News stories regarding the Penn State University sex abuse scandal have raised questions concerning the circumstances under which an institution can be liable for money damages for sex abuse committed by one of its employees. This is an important question because, oftentimes, the individual offender does not have assets sufficient to pay any monetary damage award. Generally, an institutional defendant can be financially liable for harm caused by a sexual predator employee if the institution knew, or should have known, of the dangerous propensity of that employee.
But what if the abuse occurs after the employee is no longer employed by that institution? This fact situation was faced by the Idaho Court of Appeals in the case of John Doe vs. Sister of the Holy Cross d/b/a St. Alphonsus Regional Medical Center, 895 P.2d 1229 (1995).
In that case, a 13 year old boy was admitted to the St. Alphonsus hospital for serious injuries following an accident. While at the hospital he became acquainted with respiratory therapist Fred Garcia. Prior to his discharge from the hospital, Garcia gave the boy his telephone number and asked him to call. The two began communicating after the boy left the hospital, with Garcia spending significant time with the boy, including sleepovers at Garcia’s home. Garcia was eventually fired by the hospital after it was learned that he invited other minors to his home to consume alochol.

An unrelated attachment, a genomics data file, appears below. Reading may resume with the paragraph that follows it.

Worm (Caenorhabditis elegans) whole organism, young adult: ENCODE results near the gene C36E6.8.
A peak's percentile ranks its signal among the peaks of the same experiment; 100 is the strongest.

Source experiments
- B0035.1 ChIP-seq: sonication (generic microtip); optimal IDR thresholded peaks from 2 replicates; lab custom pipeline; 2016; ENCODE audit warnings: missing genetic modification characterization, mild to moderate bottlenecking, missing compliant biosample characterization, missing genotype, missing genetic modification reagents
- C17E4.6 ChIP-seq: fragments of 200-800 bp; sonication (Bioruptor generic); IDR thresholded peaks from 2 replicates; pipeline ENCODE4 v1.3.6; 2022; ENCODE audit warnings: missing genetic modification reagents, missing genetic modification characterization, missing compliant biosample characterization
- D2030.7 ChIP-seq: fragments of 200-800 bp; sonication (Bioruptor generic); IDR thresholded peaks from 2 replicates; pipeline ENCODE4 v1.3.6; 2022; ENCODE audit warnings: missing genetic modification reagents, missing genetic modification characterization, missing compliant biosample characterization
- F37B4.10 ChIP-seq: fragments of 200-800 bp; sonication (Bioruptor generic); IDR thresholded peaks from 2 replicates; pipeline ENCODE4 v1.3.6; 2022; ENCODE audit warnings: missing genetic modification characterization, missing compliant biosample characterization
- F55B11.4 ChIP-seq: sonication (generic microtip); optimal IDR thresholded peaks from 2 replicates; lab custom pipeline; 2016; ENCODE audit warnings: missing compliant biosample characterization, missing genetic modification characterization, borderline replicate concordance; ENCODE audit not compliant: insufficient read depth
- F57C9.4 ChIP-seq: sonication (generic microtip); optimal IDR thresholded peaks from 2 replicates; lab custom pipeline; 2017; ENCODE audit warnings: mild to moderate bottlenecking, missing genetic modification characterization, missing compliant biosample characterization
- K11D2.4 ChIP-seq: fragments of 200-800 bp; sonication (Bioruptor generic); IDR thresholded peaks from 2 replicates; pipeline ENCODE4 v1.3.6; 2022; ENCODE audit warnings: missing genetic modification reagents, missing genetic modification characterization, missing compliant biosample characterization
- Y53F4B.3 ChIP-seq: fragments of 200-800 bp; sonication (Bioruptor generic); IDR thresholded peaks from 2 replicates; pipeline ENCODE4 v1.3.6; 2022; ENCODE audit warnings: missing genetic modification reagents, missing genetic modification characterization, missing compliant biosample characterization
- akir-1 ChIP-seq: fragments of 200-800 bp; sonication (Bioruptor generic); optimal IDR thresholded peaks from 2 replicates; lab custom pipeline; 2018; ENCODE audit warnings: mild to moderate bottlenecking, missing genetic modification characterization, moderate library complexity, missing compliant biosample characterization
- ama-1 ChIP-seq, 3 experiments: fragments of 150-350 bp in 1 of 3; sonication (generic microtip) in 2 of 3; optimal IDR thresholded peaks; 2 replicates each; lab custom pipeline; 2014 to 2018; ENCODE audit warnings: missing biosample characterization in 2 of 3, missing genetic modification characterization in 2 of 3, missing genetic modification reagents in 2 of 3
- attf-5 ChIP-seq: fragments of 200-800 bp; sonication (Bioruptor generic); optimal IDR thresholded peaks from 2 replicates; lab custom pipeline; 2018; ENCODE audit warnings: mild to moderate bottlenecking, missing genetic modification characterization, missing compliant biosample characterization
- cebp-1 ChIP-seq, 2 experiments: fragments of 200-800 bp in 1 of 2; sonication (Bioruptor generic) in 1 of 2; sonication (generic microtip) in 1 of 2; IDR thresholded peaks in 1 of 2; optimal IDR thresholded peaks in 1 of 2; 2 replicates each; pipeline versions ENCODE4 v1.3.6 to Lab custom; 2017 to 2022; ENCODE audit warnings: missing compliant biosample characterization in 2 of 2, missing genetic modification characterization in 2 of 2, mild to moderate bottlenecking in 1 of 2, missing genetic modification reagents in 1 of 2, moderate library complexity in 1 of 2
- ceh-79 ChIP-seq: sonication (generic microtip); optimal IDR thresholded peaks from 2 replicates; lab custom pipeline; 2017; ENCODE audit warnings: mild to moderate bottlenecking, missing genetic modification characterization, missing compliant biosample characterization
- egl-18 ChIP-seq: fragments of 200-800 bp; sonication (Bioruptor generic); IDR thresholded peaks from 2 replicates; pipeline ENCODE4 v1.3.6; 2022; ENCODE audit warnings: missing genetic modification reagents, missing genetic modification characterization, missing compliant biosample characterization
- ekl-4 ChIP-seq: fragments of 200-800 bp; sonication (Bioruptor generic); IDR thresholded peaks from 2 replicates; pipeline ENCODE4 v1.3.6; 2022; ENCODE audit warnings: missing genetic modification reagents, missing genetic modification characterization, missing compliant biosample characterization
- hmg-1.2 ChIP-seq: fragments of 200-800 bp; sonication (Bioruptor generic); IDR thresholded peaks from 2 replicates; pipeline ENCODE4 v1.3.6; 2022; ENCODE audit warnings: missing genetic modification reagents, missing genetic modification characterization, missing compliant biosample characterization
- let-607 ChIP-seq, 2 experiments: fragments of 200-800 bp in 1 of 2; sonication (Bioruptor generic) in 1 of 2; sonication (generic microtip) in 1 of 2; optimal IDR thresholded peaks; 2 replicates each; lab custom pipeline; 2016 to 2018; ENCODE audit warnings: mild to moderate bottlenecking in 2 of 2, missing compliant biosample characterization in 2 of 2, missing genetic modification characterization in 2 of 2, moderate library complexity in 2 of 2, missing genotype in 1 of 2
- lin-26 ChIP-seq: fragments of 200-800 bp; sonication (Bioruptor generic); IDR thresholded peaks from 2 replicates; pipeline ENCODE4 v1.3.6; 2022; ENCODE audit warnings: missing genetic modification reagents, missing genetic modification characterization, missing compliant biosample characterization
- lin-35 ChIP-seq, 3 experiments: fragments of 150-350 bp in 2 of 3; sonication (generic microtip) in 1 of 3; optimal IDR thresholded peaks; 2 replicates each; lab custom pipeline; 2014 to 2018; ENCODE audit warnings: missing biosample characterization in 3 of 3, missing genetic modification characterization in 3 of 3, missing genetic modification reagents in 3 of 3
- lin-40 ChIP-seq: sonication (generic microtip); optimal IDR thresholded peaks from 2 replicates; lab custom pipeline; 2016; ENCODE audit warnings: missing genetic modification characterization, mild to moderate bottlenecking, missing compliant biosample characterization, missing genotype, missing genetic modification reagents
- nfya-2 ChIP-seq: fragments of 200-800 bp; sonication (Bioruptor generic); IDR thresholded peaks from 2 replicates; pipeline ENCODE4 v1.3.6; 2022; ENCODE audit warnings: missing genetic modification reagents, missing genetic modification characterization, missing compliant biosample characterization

Sometime after Garcia’s firing, he began to sexually abuse the child over a period of several years. The boy’s parents eventually learned of the abuse, and alerted law enforcement. Garcia was convicted and sent to jail for lewd conduct with a child.
The hospital successfully persuaded the trial court to dismiss the suit for negligence, based on the theory that the molestation was too remote to be considered caused by hospital negligence. The Idaho Court of Appeals disagreed, and remanded that case back to the lower court for trial. The court stated that an act of negligence can be considered a “cause” of harm if that cause is a “substantial factor” in bringing about the harm. The court also restated the settled Idaho law concerning foreseeable harm, which states:
“In general, it is held that one owes the duty to every person in our society to use reasonable care to avoid injury to the other person in any situation in which it could be reasonably anticipated or foreseen that a failure to use such care might result in such injury.”
Thus the court held that the child would be permitted to proceed to trial against the hospital for negligence.